thumbnailFigure 2. STM images and scanning tunneling spectra for types A and B islands. (a) High-resolution STM image (10 × 10 nm2; Vs = 2.0 V; I = 0.25 nA) of the surface of type A islands. A rhombic unit cell showing the (2 × 2) reconstruction is outlined. (b) High-resolution STM image (10 × 10 nm2; Vs = 2.0 V; I = 0.15 nA) of the surface of type B islands. A parallelogram unit cell showing the c (4 × 8) reconstruction is outlined. (c,d) Scanning tunneling spectra measured on types A and B islands, respectively, showing semiconducting characteristics with a band gap of approximately 0.85 to 0.9 eV.

With the increase of growth temperature, the tabular islands become enlarged and cover more area of the substrate surface, whereas the number density of the 3D islands (i.e., type C islands) decreases. Figure 3a shows a STM image of the silicide islands grown at approximately 750°C by depositing 1.5 ML of Fe on the Si (111) surface. It can be seen that the substrate surface is almost covered by the tabular islands and no 3D islands are observed. The average size of the tabular islands rises to approximately 600 nm in diameter. The shape of the tabular islands changes from equilateral triangle to polygon, and some islands are connected to each other. However, the edges of the polygonal islands are still kept in the Si < −110 > directions. The high-resolution STM images show that all these tabular islands have the c (4 × 8) surface structure, indicating that they are type B islands. The type B islands are the only iron silicide phase formed on the Si substrate at approximately 750°C. The cross-sectional profiles show that the polygonal islands have the same height of approximately 6.3 Å, as shown by Figure 3b. This result is different from previous results obtained by means of SPE. Within the SPE technique, the well-ordered c (4 × 8) structure can be formed only at a Fe exposure lower than 1.5 ML and after high temperature annealing at about 600°C. The c (4 × 8) silicide phase exists only in the ultrathin film regime with a definite thickness in the range of 1.4 to 1.9 Å. If the Fe coverage is above 1.5 ML, a different type of silicide, namely, the (2 × 2) phase will grow into islands on top of the c (4 × 8) film [2]. This phenomenon could be attributed to the iron-rich environment of SPE because the c (4 × 8) phase is reported to have a FeSi2 stoichiometry and the Si atoms diffused to the reaction sites are insufficient [2]. The single c (4 × 8) phase and the larger thickness of the c (4 × 8) film obtained by the RDE method can be attributed to the supply of sufficient free Si atoms during the silicide reaction.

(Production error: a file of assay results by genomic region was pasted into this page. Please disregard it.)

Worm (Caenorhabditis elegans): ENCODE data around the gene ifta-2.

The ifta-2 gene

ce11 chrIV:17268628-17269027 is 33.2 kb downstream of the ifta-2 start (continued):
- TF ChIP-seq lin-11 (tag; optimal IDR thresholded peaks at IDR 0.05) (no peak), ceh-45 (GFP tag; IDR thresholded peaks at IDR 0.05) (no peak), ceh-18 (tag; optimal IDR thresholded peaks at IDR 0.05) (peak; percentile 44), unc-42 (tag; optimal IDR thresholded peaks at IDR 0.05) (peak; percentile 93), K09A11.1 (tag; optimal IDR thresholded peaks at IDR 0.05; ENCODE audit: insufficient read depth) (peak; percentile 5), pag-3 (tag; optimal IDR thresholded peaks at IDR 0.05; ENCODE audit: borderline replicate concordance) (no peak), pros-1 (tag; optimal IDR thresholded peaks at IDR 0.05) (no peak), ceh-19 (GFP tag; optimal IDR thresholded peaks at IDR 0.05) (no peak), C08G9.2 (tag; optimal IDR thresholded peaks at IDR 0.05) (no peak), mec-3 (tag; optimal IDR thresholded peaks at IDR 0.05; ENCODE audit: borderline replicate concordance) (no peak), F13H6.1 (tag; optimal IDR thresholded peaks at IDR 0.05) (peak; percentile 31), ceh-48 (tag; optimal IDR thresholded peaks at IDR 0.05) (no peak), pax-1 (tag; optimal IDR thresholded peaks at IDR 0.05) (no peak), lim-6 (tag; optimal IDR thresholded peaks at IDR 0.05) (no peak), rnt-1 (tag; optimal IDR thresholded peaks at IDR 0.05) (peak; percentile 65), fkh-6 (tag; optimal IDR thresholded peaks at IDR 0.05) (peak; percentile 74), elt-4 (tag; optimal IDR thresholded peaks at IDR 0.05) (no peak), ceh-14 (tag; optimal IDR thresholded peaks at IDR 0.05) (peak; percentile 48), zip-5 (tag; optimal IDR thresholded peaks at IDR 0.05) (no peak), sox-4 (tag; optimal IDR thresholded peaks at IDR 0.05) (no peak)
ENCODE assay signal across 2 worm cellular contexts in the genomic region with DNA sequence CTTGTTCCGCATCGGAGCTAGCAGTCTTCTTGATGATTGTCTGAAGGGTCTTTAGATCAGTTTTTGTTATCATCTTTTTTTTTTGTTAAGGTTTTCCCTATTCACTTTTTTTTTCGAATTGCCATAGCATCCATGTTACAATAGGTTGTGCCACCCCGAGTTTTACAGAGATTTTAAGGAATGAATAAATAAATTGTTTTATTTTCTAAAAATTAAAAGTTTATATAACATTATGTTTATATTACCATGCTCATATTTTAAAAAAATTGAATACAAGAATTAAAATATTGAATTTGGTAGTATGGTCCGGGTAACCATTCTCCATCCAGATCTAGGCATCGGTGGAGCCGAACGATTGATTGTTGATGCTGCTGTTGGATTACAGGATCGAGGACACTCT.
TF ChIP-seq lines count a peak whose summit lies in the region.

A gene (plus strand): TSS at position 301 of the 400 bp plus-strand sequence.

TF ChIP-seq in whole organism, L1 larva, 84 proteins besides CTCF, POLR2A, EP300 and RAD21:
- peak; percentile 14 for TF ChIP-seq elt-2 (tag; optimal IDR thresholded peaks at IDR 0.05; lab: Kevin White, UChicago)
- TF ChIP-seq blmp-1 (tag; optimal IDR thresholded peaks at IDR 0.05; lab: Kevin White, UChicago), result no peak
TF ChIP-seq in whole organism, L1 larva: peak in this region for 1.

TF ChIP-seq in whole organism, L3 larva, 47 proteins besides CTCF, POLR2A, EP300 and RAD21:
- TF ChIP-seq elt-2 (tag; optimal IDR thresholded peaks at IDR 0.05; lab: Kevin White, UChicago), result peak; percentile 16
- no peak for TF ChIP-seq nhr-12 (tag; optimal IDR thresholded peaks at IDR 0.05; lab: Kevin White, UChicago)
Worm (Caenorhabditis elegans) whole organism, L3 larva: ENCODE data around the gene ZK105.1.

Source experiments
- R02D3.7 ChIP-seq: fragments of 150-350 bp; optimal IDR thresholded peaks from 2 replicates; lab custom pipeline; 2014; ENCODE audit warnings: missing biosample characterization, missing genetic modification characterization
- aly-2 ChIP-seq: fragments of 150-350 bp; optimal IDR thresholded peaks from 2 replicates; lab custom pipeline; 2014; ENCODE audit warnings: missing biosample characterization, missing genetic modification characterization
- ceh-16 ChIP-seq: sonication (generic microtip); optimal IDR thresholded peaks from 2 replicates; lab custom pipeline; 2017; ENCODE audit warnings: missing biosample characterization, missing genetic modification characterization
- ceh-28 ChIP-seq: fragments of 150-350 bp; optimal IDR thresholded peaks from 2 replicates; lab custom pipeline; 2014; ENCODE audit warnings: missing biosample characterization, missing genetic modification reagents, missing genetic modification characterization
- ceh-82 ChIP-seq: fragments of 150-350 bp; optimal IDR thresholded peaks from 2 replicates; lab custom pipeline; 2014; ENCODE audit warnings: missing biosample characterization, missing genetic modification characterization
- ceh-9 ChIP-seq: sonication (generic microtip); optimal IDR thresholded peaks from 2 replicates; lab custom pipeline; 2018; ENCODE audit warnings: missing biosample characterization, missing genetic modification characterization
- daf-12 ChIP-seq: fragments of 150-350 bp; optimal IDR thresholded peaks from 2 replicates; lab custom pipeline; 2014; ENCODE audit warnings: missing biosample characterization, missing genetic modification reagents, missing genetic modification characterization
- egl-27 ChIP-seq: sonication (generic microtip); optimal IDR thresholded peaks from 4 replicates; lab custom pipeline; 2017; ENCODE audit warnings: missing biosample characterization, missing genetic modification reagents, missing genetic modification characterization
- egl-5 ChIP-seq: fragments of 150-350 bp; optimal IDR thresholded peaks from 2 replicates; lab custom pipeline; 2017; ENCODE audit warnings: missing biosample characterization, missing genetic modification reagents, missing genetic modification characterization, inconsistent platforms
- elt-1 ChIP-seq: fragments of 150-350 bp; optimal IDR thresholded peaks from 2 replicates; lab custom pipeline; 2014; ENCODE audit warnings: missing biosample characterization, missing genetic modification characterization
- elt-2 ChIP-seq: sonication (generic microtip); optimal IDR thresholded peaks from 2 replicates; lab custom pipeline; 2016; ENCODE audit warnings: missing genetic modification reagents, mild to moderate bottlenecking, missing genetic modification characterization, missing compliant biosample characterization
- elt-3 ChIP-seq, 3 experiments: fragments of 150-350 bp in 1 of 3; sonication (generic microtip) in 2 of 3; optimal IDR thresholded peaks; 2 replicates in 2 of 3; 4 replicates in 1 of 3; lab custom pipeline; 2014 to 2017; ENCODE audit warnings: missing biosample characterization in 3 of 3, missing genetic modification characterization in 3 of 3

thumbnailFigure 3. STM image of the homogeneous c (4 × 8) iron silicide thin film and line profile. (a) STM image (2,000 × 2,000 nm2; Vs = 2.0 V; I = 0.2 nA) of the homogeneous c (4 × 8) iron silicide phase grown at 750°C by depositing 1.5 ML of Fe on the Si (111) surface. The largest area of the c (4 × 8) tabular island is up to approximately 1.0 μm2. (b) The line profile along the line in (a) shows that the height of the c (4 × 8) tabular islands is approximately 6.3 Å with respect to the substrate terrace.

Previous studies showed that several metastable silicides [1 × 1, 2 × 2, and c (4 × 8) phases] that do not exist in the bulk phase diagram can be grown epitaxially on the Si (111) substrate under the strain from the substrate. The 1 × 1 phase can be assigned to the FeSi with a CsCl structure, while the 2 × 2 phase can be assigned to the γ-FeSi2 with a CaF2 structure and the FeSi1 + x (0 ≤ x ≤1) with a defect CsCl structure [4]. The FeSi1 + x (0 ≤ x ≤1) can be derived from the CsCl structure by introducing Fe vacancies distributed in a random fashion. The heights observed for the type A islands prove that the 2 × 2 phase is FeSi1 + x (0 ≤ x ≤1) because the corresponding crystal structure has a spacing of 1.57 Å between equivalent atomic planes. If the 2 × 2 phase is γ-FeSi2 in the CaF2 structure, the heights in multiples of 3.14 Å should be observed [8,10]. Furthermore, the tunneling current–voltage (I-V) curve measured on top of the type A islands (Figure 2c) exhibits a semiconducting character with a band gap of approximately 0.9 eV, verifying that the 2 × 2 phase is not γ-FeSi2 because γ-FeSi2 is metallic [5,9]. The c (4 × 8) pattern could result from the formation of periodic defects of vacancies and/or Si substitution on the Fe sites in the buried Fe layers. These defects modify the local density of states above the Si atoms of the topmost layer, resulting in the different brightness of the protrusions [2,13]. Similar to the 2 × 2 phase, the I-V curve measured on top of the c (4 × 8) structure also shows a semiconducting character with a band gap of approximately 0.85 eV, as shown in Figure 2d.

Figure 4a shows the top view of the 2 × 2 structure model and a rhombic unit cell is outlined. The 2 × 2 superstructure was formed by the relaxation of three Si atoms towards the Fe layer and a Si adatom resides on the H3 site. The c (4 × 8) structure model proposed by Krause et al. [2,12] is shown in Figure 4b and a parallelogram unit cell is also outlined. This model is based on the CsCl-type structure in which the ordered periodic vacancies of Fe atoms exist under the Si adatom layer. The Si adatoms occupy the T4 positions, i.e., directly above the Fe sites of the second film layer.